Healthy Skepticism International News
Just an academic bun fight? Or something more?
By Rebecca Warburton and Don Light
Herein lies a tale of an academic bun fight of almost mythic proportions. We think this is one of the better-documented cases of how editors of academic journals should not treat authors.
It started when some authors associated with a research center funded by drug companies wrote (in the Journal of Health Economics, hereafter JHE) the latest in a string of articles saying how expensive it was to develop new drugs. This and earlier papers are widely cited by the industry, when explaining why high prices and long patent protection produce ‘tomorrow’s miracles’.
We wrote a comment on that paper for JHE, explaining our reasons for being skeptical of the conclusions. Key to our skepticism was the use of proprietary (secret) data to produce the paper, and the industry funding of the center, which had not been disclosed in JHE. We had other points as well.
We had an incredible experience attempting to get this critique published, and felt bruised and battered during, and after.
All of our attempts to put the issue of industry funding before JHE readers were suppressed by the three Harvard professors who were editing JHE. We were immediately struck by the style of editing – unilateral deletions or censoring of passages about industry influence, even though basic economics would hold that he who pays the piper calls the tune. Explanations given were minimal and final, what might be called “ultimatum editing.” The editors claims the deleted passages were “personal attacks” on the authors, but readers can decide for themselves because we have documented what they cut.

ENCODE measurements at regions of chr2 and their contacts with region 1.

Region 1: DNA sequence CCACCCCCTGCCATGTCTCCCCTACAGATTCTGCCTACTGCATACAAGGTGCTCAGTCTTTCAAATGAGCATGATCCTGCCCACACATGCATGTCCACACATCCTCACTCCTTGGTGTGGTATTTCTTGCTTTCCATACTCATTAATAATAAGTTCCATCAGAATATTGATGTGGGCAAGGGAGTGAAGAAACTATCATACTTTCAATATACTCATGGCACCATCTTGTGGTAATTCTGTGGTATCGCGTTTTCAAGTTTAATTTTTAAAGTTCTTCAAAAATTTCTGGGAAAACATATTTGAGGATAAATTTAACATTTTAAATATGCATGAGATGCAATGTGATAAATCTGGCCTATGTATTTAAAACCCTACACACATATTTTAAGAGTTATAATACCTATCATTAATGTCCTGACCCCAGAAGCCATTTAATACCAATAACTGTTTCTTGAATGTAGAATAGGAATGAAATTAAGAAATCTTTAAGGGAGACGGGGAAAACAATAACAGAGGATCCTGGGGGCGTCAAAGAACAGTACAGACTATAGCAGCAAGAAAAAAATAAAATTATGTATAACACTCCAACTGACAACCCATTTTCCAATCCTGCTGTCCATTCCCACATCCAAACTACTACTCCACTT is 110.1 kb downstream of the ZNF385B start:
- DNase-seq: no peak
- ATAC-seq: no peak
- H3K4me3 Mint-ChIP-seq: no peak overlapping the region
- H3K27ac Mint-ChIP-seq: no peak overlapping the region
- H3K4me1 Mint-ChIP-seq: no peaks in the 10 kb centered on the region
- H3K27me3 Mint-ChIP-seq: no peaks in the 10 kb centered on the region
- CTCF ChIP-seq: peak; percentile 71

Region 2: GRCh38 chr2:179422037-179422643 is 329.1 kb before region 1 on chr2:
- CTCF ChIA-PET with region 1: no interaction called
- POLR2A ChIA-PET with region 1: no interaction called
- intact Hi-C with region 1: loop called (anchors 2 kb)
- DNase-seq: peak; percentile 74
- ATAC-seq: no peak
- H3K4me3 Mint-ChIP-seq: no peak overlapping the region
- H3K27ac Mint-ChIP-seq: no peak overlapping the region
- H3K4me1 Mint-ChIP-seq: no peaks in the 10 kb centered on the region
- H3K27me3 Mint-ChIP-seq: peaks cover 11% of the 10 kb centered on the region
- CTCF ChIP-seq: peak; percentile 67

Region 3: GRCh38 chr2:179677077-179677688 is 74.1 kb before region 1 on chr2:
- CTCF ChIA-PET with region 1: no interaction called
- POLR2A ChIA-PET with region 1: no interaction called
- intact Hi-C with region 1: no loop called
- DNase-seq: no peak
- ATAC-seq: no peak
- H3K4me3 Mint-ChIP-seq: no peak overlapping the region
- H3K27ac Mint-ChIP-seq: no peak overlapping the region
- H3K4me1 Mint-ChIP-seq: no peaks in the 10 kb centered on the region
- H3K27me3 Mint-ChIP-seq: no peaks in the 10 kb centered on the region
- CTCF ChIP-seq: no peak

Our critique was cut ruthlessly. Meanwhile the original authors were shown our paper without our being told about it, and allowed lots more time and length to reply. We were then given little time to respond and told we could not comment on the new material they were allowed to add, or their personal insults about ourselves, only any “errors” we found. In short, the editors exhibited double standards at every point.
Again, further deletions were made and we were told to take them or not get published. The editors then sent the set (our critique, authors’ reply, our response) to Elsevier for editing and setting in page proofs for printing in the next issue. Then the editors pulled the entire set from production altogether with no explanation. After weeks of silence, they sent back the page proofs with more than 80% of our response crossed out and said this was all they would publish. We found a trial lawyer who said he would take the case to court and pay for all expenses himself because of its ethical importance. Under threat, the editors relented, and finally the papers appeared in JHE. But, surprise, the editors secretly went back to the authors and allowed them to write a fourth, acerbic piece as the last word.
So we wrote up our experience, describing exactly what the three JHE editors had done. In the age of email, it is well-documented.